"After I finished regular school, I went to the Royal Academy of Dramatic Art in London. Although I stayed a little more than two years, I hated it. You can be taught how to project your voice, you can learn more about your body and about movement, but you cannot be taught acting. A true teacher of anything creative has the sensitivity to realize that you are the artist with your own form. He can look at what you're doing, your talent all burning and bubbling about, pouring out of you unchanneled and undefined, and he can help shape it. You don't know what you can really do at that point, and you're so vulnerable because you've never proved yourself. It took about a year to undo the psychological damage that was caused by oppressive teachers. I left school four years ago - I'm twenty-four now - and went into provincial repertory companies. You can play marvelous parts in repertory, and you change around every three weeks and get much more experience. It's exciting.
"My first movie was The Lion in Winter with Peter O'Toole and Katharine Hepburn. Then I played Rupert the Round, a great cavalry-man, in Cromwell, which stars Richard Harris and has Alec Guinness as King Charles. I'm just in the battle scenes, really. It's a flashy, dashing-about sort of movie, big feathers and long hair and swords." With Timothy's dark good looks and lithe build, he looks like a cavalier, and would make a perfect D'Artagnan. It seems he should always be seen wearing high boots, a rapier buckled at his side.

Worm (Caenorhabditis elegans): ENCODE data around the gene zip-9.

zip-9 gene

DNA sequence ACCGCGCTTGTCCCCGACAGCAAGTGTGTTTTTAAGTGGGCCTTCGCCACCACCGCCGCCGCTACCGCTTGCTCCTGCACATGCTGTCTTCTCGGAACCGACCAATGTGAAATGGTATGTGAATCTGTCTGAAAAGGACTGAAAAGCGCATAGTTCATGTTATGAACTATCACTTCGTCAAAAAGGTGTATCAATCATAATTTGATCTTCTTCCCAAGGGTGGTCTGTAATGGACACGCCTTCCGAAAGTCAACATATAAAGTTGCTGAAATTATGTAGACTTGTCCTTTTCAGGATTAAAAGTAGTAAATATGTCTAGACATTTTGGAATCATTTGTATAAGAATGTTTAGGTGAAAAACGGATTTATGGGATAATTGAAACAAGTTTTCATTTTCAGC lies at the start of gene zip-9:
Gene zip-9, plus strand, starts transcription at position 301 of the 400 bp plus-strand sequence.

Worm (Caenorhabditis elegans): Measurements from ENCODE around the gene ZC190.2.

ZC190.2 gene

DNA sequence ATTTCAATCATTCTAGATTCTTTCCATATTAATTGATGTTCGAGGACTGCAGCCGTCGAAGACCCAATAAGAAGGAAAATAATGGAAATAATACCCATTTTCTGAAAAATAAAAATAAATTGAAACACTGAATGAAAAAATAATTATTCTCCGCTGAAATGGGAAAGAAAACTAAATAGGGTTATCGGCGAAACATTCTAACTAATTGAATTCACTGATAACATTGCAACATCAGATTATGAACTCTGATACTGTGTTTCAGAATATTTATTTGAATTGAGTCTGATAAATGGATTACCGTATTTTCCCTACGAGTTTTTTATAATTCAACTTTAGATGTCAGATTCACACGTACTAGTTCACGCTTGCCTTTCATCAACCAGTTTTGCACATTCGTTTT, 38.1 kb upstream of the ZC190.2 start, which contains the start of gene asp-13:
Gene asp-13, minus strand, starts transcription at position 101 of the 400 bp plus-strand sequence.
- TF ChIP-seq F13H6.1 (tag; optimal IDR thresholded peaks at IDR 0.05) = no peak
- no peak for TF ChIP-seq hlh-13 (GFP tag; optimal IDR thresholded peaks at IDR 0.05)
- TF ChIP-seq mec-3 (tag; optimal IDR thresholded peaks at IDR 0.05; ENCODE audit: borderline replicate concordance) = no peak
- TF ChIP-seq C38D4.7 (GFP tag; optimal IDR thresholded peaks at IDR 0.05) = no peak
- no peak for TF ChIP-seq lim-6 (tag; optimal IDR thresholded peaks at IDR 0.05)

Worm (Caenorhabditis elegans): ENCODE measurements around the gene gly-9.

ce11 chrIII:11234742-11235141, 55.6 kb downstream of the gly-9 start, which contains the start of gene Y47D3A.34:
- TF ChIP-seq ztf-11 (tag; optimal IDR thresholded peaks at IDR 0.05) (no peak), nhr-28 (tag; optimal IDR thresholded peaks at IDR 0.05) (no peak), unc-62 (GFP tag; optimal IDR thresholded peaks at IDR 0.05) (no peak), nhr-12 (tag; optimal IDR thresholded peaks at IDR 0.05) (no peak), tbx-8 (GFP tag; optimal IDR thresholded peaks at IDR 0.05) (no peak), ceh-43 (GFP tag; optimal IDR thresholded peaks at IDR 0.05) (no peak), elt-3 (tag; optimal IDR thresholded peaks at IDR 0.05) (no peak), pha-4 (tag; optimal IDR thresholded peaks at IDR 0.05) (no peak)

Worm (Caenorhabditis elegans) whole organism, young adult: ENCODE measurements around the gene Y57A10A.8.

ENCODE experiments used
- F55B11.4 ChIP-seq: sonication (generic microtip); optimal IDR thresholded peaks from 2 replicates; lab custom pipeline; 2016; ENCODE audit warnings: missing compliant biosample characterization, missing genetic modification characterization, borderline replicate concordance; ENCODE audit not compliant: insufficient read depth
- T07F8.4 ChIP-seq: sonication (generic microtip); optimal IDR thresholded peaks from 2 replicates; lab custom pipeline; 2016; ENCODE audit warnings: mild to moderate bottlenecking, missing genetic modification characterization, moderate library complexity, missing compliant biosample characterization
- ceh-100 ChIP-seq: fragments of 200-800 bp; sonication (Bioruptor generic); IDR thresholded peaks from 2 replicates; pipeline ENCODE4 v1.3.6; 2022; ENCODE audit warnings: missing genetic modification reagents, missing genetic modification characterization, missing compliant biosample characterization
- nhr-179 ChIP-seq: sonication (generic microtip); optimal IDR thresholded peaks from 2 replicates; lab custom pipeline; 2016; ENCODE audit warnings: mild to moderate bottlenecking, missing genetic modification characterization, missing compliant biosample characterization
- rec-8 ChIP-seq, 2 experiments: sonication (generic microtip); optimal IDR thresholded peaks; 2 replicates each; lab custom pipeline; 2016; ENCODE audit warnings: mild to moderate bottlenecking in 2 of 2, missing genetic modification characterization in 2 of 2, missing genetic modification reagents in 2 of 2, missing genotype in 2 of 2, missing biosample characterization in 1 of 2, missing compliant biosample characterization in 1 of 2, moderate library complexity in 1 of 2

"Before starting Wuthering Heights," he goes on, "I made a movie called The Voyeur with Marcello Mastrioanni and Virna Lisi. It's about people-watching, or looking at other people, striving to find a reality, a truth."
In the studio stands a Yorkshire barn, ominous and bleak in its simulated granite construction, piled high with straw. A black horse twitches nervously. Anna Calder-Marshall, as Cathy, fiddles with his bridle while Timothy, as Heathcliff, pleads with her not to visit a neighboring squire. There's a quick flare of passion. Cathy pummels Heathcliff's chest and he strikes back at her in anger. But between takes, before the director cries, "Action," Anna looks up at Timothy, a tiny figure to his six feet one. "Go on," he says with a warm smile, "hit me; hit me as much as you like!" Later he remarks "Anna is marvelous as Cathy, but besides working with each other as characters, we have something between us on a purely Timothy - Anna basis. There is a bond, an indefinable communication and enjoyment. With some people you think, 'nice guy' or, 'lovely bird, exciting but nothing to do with me.' But with others you get on. You can talk together and understand.